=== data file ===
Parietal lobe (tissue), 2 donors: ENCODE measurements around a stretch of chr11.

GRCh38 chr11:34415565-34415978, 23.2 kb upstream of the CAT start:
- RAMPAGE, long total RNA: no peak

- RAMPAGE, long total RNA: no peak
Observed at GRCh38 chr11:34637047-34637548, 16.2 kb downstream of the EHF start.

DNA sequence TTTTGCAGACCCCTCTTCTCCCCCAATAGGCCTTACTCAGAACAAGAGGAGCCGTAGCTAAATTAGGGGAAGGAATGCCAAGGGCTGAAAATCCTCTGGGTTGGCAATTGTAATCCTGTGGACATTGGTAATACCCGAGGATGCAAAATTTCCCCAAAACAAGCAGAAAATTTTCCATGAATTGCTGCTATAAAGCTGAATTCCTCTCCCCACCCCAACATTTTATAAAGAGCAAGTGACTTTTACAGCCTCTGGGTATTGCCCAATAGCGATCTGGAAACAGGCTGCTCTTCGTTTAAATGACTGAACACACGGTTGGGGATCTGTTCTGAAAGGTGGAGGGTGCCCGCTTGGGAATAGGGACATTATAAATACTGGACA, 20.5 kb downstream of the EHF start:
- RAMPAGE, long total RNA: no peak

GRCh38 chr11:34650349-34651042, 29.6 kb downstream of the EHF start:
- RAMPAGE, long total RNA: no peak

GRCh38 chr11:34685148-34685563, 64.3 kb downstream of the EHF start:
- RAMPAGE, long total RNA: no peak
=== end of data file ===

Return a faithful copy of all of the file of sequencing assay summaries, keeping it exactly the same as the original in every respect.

Parietal lobe (tissue), 2 donors: ENCODE measurements around a stretch of chr11.

GRCh38 chr11:34415565-34415978, 23.2 kb upstream of the CAT start:
- RAMPAGE, long total RNA: no peak

- RAMPAGE, long total RNA: no peak
Observed at GRCh38 chr11:34637047-34637548, 16.2 kb downstream of the EHF start.

DNA sequence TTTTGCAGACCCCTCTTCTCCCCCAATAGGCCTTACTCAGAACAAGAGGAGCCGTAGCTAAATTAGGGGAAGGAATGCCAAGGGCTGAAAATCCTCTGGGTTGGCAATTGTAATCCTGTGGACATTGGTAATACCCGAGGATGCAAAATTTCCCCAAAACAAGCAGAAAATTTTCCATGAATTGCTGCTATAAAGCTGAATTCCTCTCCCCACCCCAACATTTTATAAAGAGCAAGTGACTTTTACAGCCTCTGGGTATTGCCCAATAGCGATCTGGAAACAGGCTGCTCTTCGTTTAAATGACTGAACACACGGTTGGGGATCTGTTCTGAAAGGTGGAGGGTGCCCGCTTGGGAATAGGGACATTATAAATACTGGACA, 20.5 kb downstream of the EHF start:
- RAMPAGE, long total RNA: no peak

GRCh38 chr11:34650349-34651042, 29.6 kb downstream of the EHF start:
- RAMPAGE, long total RNA: no peak

GRCh38 chr11:34685148-34685563, 64.3 kb downstream of the EHF start:
- RAMPAGE, long total RNA: no peak